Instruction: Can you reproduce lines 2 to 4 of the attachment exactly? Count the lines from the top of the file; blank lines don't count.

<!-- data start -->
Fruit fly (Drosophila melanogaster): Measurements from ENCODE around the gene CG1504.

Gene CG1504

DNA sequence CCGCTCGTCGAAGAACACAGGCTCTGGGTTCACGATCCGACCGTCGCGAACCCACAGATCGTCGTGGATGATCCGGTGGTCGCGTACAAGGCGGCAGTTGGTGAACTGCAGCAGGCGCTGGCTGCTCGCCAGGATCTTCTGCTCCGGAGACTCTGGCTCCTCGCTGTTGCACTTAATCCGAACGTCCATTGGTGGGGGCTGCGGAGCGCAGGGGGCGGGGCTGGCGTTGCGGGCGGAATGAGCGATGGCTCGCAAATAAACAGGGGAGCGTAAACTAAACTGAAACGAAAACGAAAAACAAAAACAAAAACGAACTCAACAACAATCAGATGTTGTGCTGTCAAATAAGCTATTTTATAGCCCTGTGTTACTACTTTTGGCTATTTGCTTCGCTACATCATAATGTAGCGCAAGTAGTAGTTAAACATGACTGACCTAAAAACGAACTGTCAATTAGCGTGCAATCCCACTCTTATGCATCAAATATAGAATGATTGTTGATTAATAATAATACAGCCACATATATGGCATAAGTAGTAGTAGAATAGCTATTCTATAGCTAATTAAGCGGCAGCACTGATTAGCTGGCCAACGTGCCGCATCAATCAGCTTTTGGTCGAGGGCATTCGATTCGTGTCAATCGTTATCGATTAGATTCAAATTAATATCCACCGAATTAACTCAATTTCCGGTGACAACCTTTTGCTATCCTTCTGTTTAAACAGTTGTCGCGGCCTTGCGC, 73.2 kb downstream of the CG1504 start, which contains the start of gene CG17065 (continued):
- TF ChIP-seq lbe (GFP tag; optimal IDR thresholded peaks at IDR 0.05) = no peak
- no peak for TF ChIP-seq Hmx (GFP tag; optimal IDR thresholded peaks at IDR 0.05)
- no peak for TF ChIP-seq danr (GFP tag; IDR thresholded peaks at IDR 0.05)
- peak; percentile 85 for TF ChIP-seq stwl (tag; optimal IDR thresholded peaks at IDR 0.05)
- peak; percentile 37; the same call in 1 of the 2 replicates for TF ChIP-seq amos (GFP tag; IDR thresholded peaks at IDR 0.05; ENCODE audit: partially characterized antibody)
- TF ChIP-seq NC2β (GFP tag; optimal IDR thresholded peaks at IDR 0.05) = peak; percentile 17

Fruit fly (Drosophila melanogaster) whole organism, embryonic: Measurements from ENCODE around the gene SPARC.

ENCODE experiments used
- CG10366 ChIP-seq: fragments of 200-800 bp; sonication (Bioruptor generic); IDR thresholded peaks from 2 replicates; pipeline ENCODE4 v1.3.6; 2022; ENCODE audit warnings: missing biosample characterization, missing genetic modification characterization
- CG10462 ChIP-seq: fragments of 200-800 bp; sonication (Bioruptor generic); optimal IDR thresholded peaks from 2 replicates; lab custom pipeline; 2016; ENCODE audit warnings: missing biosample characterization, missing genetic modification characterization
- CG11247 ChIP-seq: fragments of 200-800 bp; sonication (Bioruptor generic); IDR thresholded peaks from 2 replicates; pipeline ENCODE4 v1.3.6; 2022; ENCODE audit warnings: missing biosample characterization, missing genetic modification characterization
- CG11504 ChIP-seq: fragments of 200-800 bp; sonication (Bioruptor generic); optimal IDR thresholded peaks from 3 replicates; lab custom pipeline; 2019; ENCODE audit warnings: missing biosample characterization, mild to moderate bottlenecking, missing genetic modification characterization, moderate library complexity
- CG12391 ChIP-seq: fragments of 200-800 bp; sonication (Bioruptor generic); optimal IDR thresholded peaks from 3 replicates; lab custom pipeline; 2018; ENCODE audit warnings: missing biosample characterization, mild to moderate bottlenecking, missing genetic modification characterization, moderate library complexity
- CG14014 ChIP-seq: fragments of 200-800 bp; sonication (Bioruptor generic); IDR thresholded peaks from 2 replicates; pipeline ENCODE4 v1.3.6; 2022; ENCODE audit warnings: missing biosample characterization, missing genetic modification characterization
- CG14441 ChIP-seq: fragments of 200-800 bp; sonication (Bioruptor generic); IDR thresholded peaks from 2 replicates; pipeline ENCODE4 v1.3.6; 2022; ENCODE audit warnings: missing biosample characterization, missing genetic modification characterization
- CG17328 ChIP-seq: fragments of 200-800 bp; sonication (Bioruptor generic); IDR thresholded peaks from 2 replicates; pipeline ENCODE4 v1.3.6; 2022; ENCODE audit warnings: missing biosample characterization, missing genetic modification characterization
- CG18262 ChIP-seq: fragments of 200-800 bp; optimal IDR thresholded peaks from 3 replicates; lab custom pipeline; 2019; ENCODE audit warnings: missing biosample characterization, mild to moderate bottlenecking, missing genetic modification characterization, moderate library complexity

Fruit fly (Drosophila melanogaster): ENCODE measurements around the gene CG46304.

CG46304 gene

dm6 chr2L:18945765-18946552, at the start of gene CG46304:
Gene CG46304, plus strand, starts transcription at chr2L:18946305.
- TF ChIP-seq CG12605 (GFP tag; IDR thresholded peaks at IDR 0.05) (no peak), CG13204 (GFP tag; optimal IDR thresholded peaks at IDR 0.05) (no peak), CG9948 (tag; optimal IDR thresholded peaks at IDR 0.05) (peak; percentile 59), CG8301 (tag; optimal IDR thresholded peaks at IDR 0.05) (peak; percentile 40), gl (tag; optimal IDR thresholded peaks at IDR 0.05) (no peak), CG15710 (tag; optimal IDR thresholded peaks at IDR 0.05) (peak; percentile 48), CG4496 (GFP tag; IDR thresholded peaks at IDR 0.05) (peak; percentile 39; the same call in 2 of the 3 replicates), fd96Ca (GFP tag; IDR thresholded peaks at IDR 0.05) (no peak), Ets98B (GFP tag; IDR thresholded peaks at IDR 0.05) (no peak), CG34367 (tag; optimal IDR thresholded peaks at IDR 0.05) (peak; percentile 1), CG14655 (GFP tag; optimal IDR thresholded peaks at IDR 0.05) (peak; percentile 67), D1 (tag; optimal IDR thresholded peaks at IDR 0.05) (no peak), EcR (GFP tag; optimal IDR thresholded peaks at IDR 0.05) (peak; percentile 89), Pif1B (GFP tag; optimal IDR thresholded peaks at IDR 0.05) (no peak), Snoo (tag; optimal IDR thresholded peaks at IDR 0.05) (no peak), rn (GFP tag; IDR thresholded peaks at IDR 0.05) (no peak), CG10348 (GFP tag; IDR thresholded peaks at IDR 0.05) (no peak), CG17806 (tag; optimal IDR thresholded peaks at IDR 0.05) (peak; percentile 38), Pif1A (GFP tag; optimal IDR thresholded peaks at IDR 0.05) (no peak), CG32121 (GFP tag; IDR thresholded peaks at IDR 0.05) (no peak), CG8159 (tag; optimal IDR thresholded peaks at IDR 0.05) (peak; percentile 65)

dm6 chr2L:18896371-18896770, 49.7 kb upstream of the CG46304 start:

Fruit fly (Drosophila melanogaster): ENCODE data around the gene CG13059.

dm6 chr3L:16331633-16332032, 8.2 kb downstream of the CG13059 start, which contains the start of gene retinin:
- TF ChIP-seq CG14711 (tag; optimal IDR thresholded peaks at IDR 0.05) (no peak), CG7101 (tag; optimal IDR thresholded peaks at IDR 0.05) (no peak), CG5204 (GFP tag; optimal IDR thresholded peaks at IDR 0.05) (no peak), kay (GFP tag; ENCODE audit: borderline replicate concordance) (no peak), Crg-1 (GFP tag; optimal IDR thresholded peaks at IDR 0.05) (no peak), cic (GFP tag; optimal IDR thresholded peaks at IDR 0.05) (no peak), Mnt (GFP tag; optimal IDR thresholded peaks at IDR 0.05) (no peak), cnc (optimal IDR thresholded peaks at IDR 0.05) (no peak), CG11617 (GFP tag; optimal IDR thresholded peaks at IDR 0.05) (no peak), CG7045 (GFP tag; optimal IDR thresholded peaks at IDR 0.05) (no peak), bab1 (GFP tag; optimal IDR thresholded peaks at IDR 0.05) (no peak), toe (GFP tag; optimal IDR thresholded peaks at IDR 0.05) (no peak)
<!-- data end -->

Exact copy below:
Gene CG1504

DNA sequence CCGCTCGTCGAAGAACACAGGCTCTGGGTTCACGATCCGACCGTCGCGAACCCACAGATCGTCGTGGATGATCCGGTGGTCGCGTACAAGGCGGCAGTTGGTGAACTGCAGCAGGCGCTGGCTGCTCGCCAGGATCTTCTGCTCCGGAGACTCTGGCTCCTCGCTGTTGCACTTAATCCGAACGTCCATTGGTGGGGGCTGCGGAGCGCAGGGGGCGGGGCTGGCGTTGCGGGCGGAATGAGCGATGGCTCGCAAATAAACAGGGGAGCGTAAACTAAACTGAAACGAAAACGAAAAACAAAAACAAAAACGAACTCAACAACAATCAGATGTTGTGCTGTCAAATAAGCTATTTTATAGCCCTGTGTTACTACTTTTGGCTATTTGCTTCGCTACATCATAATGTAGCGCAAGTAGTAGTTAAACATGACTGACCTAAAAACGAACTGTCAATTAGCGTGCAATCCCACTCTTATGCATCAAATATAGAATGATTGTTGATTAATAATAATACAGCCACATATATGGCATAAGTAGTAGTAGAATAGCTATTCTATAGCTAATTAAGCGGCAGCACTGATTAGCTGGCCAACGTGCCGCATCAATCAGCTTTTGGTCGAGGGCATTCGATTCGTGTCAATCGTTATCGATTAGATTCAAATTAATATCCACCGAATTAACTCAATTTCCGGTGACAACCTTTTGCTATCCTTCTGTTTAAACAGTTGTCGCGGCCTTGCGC, 73.2 kb downstream of the CG1504 start, which contains the start of gene CG17065 (continued):
- TF ChIP-seq lbe (GFP tag; optimal IDR thresholded peaks at IDR 0.05) = no peak